No boring flat mounting panels for this beast. The mount for the MSD Digital-7 and MSD Power Grid System Controller was laser-cut from plate, then folded and welded into place. It sports perfectly aligned bolt holes and same ‘swoosh’ pattern you’ll find elsewhere in the car, including the door trims, interior trim panels, various levers and even the brake rotors! Note the lack of seams and spot welds in the door jamb; it’s smoothed and finished like a high-end elite show car
But after pouring so much time and effort into the Torrie and it turning out to be such a beauty, you might wonder if Karl will ever use it.
“I’m hanging to go racing!” he says. “That’s what we built it for. Now she’s finished, I just want to treat her mean.”
IN THE BUILD:
1. The donor hatchback was relatively clean but once the guys finished cutting out the floor and firewall in readiness for the chassis there wasn’t a whole lot left. Starting at this point gave them the ability to engineer the body to lift off in one piece.
2. The Murray Anderson chrome-moly full chassis is certainly world class and forms the ideal foundation for running those six-second passes the team is shooting for.
3. The sexy machined billet, polished and anodised mount for the thermo fans is a prime example of the thought, planning and attention to detail that has gone into every facet of this ballistic hatchback.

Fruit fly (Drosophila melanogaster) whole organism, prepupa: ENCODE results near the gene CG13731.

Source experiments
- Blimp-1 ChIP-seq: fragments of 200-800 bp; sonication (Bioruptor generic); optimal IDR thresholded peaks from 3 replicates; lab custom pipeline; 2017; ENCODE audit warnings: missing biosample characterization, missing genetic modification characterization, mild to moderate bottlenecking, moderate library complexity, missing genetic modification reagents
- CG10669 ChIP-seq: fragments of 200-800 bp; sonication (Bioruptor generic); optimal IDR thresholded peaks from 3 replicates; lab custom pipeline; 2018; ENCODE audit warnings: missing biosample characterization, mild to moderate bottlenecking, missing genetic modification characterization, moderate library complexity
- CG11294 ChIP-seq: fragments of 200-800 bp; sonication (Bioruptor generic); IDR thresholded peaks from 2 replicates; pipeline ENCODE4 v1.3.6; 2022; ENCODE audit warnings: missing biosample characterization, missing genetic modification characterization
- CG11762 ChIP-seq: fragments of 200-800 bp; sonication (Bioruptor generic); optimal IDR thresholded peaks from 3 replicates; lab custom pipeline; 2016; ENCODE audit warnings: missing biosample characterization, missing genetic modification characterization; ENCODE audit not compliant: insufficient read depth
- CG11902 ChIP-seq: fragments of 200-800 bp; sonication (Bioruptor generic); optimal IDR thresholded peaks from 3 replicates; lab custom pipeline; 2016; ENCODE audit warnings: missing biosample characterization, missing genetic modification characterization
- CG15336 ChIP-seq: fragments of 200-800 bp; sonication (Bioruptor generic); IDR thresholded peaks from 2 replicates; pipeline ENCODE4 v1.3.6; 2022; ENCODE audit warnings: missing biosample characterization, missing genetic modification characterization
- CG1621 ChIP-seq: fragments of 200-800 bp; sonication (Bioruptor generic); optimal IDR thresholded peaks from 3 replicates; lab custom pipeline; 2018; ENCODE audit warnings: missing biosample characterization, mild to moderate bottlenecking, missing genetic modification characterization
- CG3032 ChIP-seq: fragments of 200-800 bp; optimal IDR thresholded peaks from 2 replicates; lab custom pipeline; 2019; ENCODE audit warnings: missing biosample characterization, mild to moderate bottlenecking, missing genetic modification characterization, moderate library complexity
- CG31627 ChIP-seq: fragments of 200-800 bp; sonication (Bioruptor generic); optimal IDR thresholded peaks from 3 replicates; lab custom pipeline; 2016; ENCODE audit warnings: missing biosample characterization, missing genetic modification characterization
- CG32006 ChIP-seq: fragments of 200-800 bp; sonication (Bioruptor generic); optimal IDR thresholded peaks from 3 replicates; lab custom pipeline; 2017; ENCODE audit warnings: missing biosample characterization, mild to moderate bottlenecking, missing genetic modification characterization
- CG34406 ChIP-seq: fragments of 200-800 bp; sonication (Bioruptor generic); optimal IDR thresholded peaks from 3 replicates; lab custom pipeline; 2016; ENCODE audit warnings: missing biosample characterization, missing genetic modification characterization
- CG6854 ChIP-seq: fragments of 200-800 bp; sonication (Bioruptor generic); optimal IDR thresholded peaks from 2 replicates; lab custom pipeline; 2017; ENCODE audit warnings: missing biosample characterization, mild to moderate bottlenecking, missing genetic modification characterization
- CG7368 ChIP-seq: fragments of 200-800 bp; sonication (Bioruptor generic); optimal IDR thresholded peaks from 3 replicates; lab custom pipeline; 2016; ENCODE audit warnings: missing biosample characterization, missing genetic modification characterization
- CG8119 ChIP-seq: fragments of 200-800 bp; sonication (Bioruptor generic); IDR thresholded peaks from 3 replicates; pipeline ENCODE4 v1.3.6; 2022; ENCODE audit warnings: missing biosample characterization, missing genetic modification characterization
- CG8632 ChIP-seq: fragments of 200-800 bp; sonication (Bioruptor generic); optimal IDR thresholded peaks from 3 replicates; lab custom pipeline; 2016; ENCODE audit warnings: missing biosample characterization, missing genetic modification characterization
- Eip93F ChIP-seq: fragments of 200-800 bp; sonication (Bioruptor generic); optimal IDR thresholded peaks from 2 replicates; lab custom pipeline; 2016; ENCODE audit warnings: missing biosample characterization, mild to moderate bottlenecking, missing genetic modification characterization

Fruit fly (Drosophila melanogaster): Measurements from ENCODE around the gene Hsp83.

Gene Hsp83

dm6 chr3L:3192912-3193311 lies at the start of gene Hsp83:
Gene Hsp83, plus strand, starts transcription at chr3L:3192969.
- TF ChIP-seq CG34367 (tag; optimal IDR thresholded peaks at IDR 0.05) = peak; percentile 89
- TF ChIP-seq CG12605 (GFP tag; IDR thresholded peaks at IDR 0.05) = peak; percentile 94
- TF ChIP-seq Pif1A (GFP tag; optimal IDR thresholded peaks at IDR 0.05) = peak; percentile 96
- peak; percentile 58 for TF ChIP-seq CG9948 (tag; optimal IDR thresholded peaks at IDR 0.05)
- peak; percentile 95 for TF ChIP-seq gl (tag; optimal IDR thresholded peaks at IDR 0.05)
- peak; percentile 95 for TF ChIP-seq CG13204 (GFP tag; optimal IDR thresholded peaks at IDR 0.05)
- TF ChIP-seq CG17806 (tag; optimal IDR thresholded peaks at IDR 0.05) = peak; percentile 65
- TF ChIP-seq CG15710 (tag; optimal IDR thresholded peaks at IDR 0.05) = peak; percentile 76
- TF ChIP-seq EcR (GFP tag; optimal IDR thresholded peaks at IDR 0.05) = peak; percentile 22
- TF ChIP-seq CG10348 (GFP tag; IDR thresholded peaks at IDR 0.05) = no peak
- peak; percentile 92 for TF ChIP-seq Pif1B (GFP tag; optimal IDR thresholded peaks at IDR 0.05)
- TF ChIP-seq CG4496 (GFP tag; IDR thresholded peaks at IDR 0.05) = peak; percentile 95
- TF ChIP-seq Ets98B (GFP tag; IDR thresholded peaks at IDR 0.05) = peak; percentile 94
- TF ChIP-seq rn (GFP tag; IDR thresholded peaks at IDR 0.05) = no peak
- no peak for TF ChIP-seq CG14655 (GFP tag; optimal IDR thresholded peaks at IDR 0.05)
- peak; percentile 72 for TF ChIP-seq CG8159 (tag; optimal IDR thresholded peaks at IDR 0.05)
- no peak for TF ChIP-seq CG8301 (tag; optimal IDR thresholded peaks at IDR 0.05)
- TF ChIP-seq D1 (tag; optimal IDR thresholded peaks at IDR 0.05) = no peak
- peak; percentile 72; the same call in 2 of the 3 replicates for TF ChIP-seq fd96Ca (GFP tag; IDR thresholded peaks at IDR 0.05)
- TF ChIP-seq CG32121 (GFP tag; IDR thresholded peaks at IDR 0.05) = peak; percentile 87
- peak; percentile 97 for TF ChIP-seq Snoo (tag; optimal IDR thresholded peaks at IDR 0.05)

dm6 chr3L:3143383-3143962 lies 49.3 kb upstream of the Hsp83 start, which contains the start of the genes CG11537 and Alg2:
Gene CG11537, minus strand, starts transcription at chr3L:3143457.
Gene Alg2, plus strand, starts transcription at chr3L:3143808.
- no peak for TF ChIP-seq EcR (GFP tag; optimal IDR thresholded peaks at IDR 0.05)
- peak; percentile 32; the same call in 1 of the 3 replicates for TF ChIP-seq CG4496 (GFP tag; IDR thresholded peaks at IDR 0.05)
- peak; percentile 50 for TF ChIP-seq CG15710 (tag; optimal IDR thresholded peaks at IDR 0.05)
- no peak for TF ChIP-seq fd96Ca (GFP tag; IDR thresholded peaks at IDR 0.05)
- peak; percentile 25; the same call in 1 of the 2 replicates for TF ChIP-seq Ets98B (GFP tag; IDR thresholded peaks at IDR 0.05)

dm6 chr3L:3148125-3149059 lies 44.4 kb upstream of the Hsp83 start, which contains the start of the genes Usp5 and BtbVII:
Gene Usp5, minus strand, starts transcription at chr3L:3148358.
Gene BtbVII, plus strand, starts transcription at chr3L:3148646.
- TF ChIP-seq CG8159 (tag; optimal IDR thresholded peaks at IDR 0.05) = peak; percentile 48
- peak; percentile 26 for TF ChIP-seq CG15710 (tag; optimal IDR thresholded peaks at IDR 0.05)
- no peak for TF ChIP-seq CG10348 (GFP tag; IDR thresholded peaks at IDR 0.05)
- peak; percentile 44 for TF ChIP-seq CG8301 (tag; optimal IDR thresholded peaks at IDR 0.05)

4. Not only does laser cutting allow you to create intricately detailed bracketry like this, it also makes it straightforward to engineer weight-minimisation into every component. Every little helps.
5. The Outlaw 10.5 tyre is a big ol’ doughnut of rubber, isn’t it? Given the height of the rear shock mounts, you can see why it was imperative to create the two-piece hatch to allow easy top access for dialling things in.
6. Note the scalloped edge around the periphery of this firewall panel. “This panel was one of the first components to be fashioned and it’s just as nice as any other piece,” Paul says. This stylistic signature flows right through the car.
1978 HOLDEN TORANA
Colour: White/A9X blackouts
MAKIN’ IT MOVE
Engine: Chev big-block 555ci
Block: Merlin III, cast iron
Intake: Edelbrock Super Victor with EFI
Heads: AFR 365cc Magnum
Cam: Dandy/Proline solid roller
Crank & rods: Crower Billet
Ignition: MSD Digital-7 Plus,
Throttlebody: Holley 110mm
Injectors: Moran 325lb billet
ECU: Big Stuff 3
Fuel pump: Aeromotive Atomic, belt drive
Blower: F3R 131mm ProCharger
Blower drive: Supercharger Store gear drive
Blow-off valves: ProCharger
Boost controller: AMS-1000
Oil pump: Peterson R4
Radiator: Allyworks/Race Radiators
Exhaust: Stepped 2¼in-2½in with five-inch collectors
Fuel: VP Racing Roo 16
Gearbox: Extreme Powerglide
Converter: ProTorque USA
Diff: Anderson chrome-moly housing, Mark Williams full spool, gun-drilled 40-spline axles
STOP & GO
Bumps: QA-1 Pro-Coil (f), Koni adjustable (r)
Suspension: CRS 2in drop spindles (f), Murray Anderson Power-Link (r)
Brakes: Allyworks/Strange (f), Mark Williams (r)
Rims: American Racing Torque-Thrust Pro one-piece, 15×3½ (f), American Racing Trakstar with double bead-lock 16×16 (r)
Rubber: Mickey Thompson 22½x4½-15 (f), 33×10½-16W (r)